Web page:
May also be called: Scrotal Varices; Scrotal Varicose Veins
A varicocele (VAR-uh-ko-seel) is an enlargement of the veins in the scrotum.
More to Know
In all males, there's a structure called the spermatic cord that contains
arteries, veins, nerves,
and tubes. It is connected to and circulates blood
to and from the testicles. Veins in the spermatic cord carry blood from the testicles
back to the heart, and valves in the veins regulate the blood flow and keep blood
flowing in the right direction. If the valves fail, some of the blood can flow in
reverse. This backed-up blood can collect in pools in the veins, which then causes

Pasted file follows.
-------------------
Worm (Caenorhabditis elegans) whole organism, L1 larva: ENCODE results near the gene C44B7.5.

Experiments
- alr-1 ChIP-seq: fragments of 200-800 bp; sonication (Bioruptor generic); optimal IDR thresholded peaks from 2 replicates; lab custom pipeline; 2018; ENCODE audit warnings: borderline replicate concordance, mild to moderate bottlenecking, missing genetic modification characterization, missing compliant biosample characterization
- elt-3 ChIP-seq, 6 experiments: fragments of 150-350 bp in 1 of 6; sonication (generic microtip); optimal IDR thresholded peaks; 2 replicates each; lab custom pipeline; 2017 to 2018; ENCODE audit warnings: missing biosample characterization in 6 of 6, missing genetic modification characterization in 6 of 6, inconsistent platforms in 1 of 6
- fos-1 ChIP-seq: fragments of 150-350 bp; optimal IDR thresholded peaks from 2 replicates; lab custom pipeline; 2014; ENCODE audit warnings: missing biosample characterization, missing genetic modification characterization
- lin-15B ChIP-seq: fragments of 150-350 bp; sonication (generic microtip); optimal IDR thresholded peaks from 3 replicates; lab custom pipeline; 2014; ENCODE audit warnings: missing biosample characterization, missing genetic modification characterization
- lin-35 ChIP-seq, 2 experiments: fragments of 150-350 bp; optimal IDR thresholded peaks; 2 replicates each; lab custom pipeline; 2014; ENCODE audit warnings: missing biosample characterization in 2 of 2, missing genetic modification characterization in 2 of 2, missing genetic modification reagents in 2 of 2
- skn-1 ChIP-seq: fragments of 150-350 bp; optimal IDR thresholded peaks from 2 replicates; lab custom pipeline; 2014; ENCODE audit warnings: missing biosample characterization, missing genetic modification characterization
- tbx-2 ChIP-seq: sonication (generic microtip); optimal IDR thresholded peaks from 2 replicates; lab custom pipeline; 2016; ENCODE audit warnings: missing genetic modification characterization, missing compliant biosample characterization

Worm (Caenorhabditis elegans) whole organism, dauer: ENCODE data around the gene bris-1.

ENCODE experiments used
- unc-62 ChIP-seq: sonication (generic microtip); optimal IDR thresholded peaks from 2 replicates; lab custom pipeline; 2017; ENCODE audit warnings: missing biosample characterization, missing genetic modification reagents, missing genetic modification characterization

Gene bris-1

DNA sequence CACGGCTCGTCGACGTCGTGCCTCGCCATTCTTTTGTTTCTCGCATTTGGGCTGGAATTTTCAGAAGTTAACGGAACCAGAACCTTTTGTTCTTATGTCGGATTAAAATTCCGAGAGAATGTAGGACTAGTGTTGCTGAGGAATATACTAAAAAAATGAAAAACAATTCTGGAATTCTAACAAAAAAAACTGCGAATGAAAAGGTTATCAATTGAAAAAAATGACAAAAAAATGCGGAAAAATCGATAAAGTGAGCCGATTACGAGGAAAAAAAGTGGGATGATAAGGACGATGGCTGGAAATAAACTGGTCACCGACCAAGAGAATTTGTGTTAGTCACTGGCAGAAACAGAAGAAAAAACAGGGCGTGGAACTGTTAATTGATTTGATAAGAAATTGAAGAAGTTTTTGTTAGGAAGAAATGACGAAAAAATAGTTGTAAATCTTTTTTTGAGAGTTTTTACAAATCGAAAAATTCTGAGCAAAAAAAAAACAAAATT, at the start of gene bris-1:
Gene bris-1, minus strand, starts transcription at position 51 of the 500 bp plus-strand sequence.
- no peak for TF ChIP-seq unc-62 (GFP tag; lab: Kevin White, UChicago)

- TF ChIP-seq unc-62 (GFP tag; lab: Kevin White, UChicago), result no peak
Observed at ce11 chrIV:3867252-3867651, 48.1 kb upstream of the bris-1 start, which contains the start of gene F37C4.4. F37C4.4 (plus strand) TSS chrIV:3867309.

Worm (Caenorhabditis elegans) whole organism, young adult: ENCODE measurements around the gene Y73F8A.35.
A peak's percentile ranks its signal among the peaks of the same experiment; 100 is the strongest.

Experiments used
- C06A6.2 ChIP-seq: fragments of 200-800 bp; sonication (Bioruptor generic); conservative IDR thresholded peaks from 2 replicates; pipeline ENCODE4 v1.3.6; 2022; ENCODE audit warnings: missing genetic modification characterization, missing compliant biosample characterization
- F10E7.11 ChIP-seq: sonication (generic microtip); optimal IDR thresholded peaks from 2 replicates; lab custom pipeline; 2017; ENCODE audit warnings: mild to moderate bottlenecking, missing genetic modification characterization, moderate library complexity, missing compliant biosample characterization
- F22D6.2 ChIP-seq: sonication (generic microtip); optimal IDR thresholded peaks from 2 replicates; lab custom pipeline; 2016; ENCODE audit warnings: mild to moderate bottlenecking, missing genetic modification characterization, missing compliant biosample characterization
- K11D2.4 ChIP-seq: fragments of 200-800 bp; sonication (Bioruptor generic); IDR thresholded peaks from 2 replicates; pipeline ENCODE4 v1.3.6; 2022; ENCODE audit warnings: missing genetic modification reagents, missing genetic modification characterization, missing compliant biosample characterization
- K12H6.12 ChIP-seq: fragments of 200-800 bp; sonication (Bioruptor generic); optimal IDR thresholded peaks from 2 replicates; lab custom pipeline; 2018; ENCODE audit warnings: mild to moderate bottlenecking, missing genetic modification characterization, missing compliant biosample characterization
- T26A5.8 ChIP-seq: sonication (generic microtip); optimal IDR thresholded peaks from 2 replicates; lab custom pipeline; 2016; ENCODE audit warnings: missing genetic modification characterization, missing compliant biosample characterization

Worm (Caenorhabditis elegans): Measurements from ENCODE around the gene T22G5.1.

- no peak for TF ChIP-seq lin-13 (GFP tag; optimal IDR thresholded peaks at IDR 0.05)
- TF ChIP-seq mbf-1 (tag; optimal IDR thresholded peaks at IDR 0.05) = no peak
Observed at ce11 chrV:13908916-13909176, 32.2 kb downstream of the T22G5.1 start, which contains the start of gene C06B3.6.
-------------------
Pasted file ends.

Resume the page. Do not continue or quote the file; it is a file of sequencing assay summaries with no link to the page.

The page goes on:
the veins to stretch and swell, resulting in a varicocele.
Varicoceles are fairly common, occurring in about 15% of males 15-25 years old,
mostly during puberty. Varicoceles are usually found on the left side of the scrotum.
Although it's less common, they can sometimes occur on both sides.
Symptoms of a varicocele include discomfort in the testicle, a feeling of heaviness
or dragging in the scrotum, and dilated veins in the scrotum that can feel like worms
Varicoceles are generally harmless, but some experts believe that occasionally
they might damage the testicle or decrease sperm production. In those cases, a doctor
will probably recommend surgery to treat the problem.
Keep in Mind
Most varicoceles don't require treatment and cause no symptoms. When treatment
is recommended, it's usually successful at increasing sperm production and preventing
further damage to the testicle.
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